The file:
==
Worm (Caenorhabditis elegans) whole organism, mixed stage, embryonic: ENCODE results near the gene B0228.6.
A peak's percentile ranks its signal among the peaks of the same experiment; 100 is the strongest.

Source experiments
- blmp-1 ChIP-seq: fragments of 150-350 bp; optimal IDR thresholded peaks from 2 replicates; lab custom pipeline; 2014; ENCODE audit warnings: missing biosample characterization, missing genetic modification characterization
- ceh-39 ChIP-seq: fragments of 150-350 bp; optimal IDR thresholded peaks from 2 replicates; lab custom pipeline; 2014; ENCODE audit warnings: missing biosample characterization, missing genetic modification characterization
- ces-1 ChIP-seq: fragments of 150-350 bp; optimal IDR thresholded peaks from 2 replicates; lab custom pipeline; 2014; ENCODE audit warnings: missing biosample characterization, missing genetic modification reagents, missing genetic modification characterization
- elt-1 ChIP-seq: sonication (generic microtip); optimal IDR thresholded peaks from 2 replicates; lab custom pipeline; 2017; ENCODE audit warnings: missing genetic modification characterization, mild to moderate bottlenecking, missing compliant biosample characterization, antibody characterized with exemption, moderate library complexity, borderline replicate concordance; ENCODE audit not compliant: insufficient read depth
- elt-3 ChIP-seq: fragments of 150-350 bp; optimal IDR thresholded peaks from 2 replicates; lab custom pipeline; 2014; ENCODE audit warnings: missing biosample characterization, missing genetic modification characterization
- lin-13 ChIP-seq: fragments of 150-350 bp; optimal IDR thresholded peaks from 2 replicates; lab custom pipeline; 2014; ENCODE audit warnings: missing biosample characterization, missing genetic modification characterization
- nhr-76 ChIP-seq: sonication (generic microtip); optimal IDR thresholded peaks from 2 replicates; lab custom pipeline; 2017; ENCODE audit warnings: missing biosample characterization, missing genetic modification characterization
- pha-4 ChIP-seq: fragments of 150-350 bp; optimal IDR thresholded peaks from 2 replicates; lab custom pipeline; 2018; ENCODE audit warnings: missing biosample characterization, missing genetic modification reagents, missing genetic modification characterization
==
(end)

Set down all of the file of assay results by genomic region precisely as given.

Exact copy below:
Worm (Caenorhabditis elegans) whole organism, mixed stage, embryonic: ENCODE results near the gene B0228.6.
A peak's percentile ranks its signal among the peaks of the same experiment; 100 is the strongest.

Source experiments
- blmp-1 ChIP-seq: fragments of 150-350 bp; optimal IDR thresholded peaks from 2 replicates; lab custom pipeline; 2014; ENCODE audit warnings: missing biosample characterization, missing genetic modification characterization
- ceh-39 ChIP-seq: fragments of 150-350 bp; optimal IDR thresholded peaks from 2 replicates; lab custom pipeline; 2014; ENCODE audit warnings: missing biosample characterization, missing genetic modification characterization
- ces-1 ChIP-seq: fragments of 150-350 bp; optimal IDR thresholded peaks from 2 replicates; lab custom pipeline; 2014; ENCODE audit warnings: missing biosample characterization, missing genetic modification reagents, missing genetic modification characterization
- elt-1 ChIP-seq: sonication (generic microtip); optimal IDR thresholded peaks from 2 replicates; lab custom pipeline; 2017; ENCODE audit warnings: missing genetic modification characterization, mild to moderate bottlenecking, missing compliant biosample characterization, antibody characterized with exemption, moderate library complexity, borderline replicate concordance; ENCODE audit not compliant: insufficient read depth
- elt-3 ChIP-seq: fragments of 150-350 bp; optimal IDR thresholded peaks from 2 replicates; lab custom pipeline; 2014; ENCODE audit warnings: missing biosample characterization, missing genetic modification characterization
- lin-13 ChIP-seq: fragments of 150-350 bp; optimal IDR thresholded peaks from 2 replicates; lab custom pipeline; 2014; ENCODE audit warnings: missing biosample characterization, missing genetic modification characterization
- nhr-76 ChIP-seq: sonication (generic microtip); optimal IDR thresholded peaks from 2 replicates; lab custom pipeline; 2017; ENCODE audit warnings: missing biosample characterization, missing genetic modification characterization
- pha-4 ChIP-seq: fragments of 150-350 bp; optimal IDR thresholded peaks from 2 replicates; lab custom pipeline; 2018; ENCODE audit warnings: missing biosample characterization, missing genetic modification reagents, missing genetic modification characterization